Bicarbonate therapy in severely acidotic trauma patients increases mortality

Robert F Wilson, Amy R Spencer, James G Tyburski, Heather Dolman, Lisa Hall Zimmerman
Journal of Trauma and Acute Care Surgery 2013, 74 (1): 45-50; discussion 50

BACKGROUND: Normally, end-tidal CO(2) is within 2 mm Hg of arterial PO(2) (PaCO(2)). However, if dead space in the lungs increases owing to shock with poor lung perfusion, the arterial-end tidal PCO(2) difference [P(a-ET)CO(2)] increases. We have found that in severely injured patients, P(a-ET)CO(2) of less than 10 mm Hg is associated with survival and P(a-ET)CO(2) of greater than 16 mm Hg is usually fatal. Our initial studies suggested that intravenously administered bicarbonate increases P(a-ET)CO(2).

METHODS: This retrospective therapeutic study evaluated the effects of intravenously administered bicarbonate in a cohort of 225 severely acidotic (arterial pH ≤ 7.10) trauma patients who underwent emergency surgery from 1989 through 2011. Patients were divided into groups: early deaths (<48 hours), deaths in the operating room, deaths within 48 hours, and survivors. Winter's formula was defined as PaCO(2) = (HCO(3)) (1.5) + 8 ± 4.

RESULTS: Of the 225 patients, the mean (SD) initial arterial pH was 6.92 (0.16) with HCO(3) of 11.0 (3.5) mEq/L. According to the Winter's formula, PaCO(2) should have been 24 (4) mm Hg but actually was 50 (14) mm Hg. In 73 patients, the effect of an average of two to eight vials of bicarbonate increased HCO(3) from 10.5 (3.1) mEq/L to 16.8 (4.0) mEq/L. In addition, PaCO(2) increased from 44 (9) mm Hg to 51 (11) mm Hg and end-tidal CO(2) stayed relatively constant (26 [6] to 25 [5]). This resulted in a increase in P(a-ET)CO(2) from 17 (9) mm Hg to 24 (13) mm Hg, affecting survival. In the final values after resuscitation, the P(a-ET)CO(2) in the 75 patients who survived was 10 (6) mm Hg, while the 103 patients who died in the operating room or within 48 hours of surgery had a P(a-ET)CO(2) of 23 (10) mm Hg (p < 0.001).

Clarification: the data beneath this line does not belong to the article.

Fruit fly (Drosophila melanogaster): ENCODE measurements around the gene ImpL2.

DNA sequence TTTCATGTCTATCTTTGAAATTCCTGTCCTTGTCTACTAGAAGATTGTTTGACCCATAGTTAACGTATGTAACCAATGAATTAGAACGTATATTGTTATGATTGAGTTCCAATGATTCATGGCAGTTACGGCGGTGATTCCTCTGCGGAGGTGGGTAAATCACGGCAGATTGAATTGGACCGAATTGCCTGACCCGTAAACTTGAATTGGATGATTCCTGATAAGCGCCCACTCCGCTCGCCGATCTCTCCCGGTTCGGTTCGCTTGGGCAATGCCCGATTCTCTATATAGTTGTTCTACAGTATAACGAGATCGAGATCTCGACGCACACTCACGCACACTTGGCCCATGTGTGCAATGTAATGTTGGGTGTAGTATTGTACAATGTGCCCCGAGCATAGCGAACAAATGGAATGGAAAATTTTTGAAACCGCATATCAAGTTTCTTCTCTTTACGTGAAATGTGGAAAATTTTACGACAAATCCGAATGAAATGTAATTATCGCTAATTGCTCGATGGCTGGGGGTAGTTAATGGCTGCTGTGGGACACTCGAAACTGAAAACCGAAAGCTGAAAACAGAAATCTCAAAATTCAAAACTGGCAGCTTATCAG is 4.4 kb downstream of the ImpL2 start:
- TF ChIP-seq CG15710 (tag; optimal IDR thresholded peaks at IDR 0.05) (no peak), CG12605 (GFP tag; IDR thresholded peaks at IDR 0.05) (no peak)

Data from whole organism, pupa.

CONCLUSION: In severely acidotic, critically injured patients, reducing the PaCO(2) to less than 40 mm Hg and decreasing the P(a-ET)CO(2) to 10 (6) mm Hg should be attempted, using as little HCO(3) therapy as possible. Bicarbonate should be given only if severe acidosis persists despite resuscitation and if PaCO(2) levels near those which are appropriate can be obtained.

LEVEL OF EVIDENCE: Therapeutic study, level IV.

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